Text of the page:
The capital outlay budgeted for 2007 is once again moderate, which is not surprising considering the relatively small size of a typical fabrication shop. More than half of the fabricators polled (58.4%) are planning to outlay less than $250,000 in 2007, with another 22.6% planning to invest $250,000 to $499,999 this year. Playing on the “cautious” side of “cautious optimism,” less than one in 10 fabricators polled are planning major investments during 2007, as only 9.6% said they would be investing more than $1 million.
Survey demographicsDespite the influx of new companies in today’s marketplace, the participants in Stone World’s survey were relatively well-established firms. A total of 74.2% of respondents have been in business for over five years, almost identical to the figures given over the past few years, and over half (54.3%) have been in operation for more than 10 years. The survey also included a fair amount of long-term industry veterans, as 28.8% of respondents have been in business for more than 20 years.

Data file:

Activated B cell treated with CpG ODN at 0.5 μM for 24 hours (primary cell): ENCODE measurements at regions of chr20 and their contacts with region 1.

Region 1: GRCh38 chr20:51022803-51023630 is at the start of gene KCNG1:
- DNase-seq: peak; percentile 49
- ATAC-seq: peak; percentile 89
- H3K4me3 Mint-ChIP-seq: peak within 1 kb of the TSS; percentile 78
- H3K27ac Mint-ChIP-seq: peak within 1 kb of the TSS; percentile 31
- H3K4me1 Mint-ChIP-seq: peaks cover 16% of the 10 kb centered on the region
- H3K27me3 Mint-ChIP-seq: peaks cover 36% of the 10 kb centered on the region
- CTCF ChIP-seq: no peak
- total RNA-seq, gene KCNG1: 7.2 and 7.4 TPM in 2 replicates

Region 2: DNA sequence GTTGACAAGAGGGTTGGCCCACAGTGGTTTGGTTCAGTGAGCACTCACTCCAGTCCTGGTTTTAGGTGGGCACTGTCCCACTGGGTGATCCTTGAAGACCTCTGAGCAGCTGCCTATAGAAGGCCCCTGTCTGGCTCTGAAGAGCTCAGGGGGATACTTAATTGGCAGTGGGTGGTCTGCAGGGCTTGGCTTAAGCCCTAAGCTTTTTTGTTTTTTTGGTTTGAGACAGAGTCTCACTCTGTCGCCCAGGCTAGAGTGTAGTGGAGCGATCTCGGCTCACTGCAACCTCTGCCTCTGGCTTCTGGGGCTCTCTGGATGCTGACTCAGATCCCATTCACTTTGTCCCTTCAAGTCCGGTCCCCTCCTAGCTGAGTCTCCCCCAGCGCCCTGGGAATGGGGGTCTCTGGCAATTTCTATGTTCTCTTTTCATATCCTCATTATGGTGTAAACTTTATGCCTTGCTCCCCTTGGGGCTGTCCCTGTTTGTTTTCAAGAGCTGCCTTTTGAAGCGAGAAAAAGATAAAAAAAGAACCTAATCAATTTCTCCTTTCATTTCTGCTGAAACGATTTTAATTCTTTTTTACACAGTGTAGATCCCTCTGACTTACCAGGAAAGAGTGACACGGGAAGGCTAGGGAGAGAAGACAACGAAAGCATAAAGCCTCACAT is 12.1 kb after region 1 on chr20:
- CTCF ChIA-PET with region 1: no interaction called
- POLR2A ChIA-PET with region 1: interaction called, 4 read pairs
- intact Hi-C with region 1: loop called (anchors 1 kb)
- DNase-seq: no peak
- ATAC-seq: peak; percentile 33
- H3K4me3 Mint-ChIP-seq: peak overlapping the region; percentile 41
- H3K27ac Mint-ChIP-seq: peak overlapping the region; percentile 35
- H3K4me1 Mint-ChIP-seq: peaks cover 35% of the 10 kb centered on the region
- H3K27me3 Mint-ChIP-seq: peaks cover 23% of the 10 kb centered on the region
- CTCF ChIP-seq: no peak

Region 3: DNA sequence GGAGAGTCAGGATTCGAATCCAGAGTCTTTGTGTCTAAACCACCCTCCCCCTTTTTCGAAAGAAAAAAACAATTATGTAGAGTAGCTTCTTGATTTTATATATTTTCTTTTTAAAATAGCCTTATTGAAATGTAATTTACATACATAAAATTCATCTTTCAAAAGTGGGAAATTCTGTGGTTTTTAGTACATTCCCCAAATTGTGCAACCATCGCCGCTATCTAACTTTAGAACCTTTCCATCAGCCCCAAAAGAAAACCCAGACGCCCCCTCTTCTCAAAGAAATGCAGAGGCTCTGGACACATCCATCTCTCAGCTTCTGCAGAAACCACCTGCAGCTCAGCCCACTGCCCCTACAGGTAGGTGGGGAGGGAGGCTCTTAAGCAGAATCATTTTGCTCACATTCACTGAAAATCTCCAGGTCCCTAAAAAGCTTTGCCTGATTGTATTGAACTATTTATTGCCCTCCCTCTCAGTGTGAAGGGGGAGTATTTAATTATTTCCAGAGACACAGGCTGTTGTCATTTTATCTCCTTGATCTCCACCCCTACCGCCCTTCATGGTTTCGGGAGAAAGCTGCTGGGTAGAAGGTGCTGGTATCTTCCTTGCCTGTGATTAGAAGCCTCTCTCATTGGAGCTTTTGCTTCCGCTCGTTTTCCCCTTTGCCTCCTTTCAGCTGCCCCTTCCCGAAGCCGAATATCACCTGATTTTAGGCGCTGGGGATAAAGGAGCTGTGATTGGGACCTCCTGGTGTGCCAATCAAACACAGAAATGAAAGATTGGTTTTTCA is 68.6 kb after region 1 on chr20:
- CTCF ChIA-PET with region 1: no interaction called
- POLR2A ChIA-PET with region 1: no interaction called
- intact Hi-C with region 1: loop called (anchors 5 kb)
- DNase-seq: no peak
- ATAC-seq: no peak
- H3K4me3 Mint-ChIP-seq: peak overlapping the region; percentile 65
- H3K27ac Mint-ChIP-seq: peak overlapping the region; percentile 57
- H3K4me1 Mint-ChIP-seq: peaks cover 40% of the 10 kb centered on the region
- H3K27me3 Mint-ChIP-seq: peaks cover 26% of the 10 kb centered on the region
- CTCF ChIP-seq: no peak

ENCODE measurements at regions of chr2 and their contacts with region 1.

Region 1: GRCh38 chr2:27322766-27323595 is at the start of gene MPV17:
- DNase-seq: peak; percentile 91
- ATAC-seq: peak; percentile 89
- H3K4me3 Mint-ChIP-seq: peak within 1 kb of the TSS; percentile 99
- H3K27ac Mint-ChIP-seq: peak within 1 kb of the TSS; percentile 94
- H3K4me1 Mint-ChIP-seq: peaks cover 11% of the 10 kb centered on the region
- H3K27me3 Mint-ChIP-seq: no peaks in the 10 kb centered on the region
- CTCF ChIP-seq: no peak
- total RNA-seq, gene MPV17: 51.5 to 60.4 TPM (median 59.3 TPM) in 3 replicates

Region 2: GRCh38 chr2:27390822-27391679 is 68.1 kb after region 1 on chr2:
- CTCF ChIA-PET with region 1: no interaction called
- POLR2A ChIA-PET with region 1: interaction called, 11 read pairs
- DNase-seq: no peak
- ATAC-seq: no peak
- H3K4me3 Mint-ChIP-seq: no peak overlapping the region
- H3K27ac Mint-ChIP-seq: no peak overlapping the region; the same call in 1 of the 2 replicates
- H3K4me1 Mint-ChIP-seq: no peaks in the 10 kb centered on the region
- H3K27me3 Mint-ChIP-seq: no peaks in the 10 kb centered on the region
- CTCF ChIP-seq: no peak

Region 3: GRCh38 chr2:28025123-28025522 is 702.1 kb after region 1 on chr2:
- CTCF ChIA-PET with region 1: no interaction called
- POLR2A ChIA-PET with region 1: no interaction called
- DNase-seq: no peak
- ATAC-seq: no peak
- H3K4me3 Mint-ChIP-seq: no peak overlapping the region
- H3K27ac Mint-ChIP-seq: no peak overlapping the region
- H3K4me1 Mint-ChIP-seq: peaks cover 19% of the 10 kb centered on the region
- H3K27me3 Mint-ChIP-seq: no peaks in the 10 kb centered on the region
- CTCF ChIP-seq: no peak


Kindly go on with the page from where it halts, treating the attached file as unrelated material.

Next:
In terms of company size, stoneworking firms in the U.S. remain relatively small, although the breakdown in number of employees is fairly close in each classification. A total of 25.8% of respondents had one to five employees; 21.9% had six to 10 employees; 28.6% had 11 to 25 employees; and 23.6% had more than 25 employees.